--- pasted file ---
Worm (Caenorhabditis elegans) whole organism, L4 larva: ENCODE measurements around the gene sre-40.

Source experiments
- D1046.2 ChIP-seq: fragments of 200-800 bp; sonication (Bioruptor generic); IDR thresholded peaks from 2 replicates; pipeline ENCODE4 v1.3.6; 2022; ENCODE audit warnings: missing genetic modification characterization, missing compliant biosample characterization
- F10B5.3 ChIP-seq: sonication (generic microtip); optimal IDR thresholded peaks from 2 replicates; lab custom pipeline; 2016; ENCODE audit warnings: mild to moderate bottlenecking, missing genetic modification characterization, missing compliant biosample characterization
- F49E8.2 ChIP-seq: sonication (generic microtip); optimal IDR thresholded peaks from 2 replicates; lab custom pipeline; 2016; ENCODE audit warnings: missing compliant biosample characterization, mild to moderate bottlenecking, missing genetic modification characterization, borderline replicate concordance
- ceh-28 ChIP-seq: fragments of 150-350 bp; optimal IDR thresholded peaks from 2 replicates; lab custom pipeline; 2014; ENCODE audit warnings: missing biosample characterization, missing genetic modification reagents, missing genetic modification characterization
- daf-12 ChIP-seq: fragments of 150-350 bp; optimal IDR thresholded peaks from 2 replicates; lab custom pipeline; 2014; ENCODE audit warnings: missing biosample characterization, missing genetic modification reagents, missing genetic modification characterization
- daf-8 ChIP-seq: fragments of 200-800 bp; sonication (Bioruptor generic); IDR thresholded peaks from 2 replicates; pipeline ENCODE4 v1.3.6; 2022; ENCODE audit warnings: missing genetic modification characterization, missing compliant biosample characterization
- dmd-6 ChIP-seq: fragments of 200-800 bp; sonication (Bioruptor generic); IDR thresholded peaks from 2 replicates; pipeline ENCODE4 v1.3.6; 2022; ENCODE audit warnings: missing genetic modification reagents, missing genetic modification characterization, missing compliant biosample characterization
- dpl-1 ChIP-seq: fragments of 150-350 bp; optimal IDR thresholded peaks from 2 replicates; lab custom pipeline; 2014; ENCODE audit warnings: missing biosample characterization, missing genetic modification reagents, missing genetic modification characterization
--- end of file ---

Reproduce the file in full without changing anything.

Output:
Worm (Caenorhabditis elegans) whole organism, L4 larva: ENCODE measurements around the gene sre-40.

Source experiments
- D1046.2 ChIP-seq: fragments of 200-800 bp; sonication (Bioruptor generic); IDR thresholded peaks from 2 replicates; pipeline ENCODE4 v1.3.6; 2022; ENCODE audit warnings: missing genetic modification characterization, missing compliant biosample characterization
- F10B5.3 ChIP-seq: sonication (generic microtip); optimal IDR thresholded peaks from 2 replicates; lab custom pipeline; 2016; ENCODE audit warnings: mild to moderate bottlenecking, missing genetic modification characterization, missing compliant biosample characterization
- F49E8.2 ChIP-seq: sonication (generic microtip); optimal IDR thresholded peaks from 2 replicates; lab custom pipeline; 2016; ENCODE audit warnings: missing compliant biosample characterization, mild to moderate bottlenecking, missing genetic modification characterization, borderline replicate concordance
- ceh-28 ChIP-seq: fragments of 150-350 bp; optimal IDR thresholded peaks from 2 replicates; lab custom pipeline; 2014; ENCODE audit warnings: missing biosample characterization, missing genetic modification reagents, missing genetic modification characterization
- daf-12 ChIP-seq: fragments of 150-350 bp; optimal IDR thresholded peaks from 2 replicates; lab custom pipeline; 2014; ENCODE audit warnings: missing biosample characterization, missing genetic modification reagents, missing genetic modification characterization
- daf-8 ChIP-seq: fragments of 200-800 bp; sonication (Bioruptor generic); IDR thresholded peaks from 2 replicates; pipeline ENCODE4 v1.3.6; 2022; ENCODE audit warnings: missing genetic modification characterization, missing compliant biosample characterization
- dmd-6 ChIP-seq: fragments of 200-800 bp; sonication (Bioruptor generic); IDR thresholded peaks from 2 replicates; pipeline ENCODE4 v1.3.6; 2022; ENCODE audit warnings: missing genetic modification reagents, missing genetic modification characterization, missing compliant biosample characterization
- dpl-1 ChIP-seq: fragments of 150-350 bp; optimal IDR thresholded peaks from 2 replicates; lab custom pipeline; 2014; ENCODE audit warnings: missing biosample characterization, missing genetic modification reagents, missing genetic modification characterization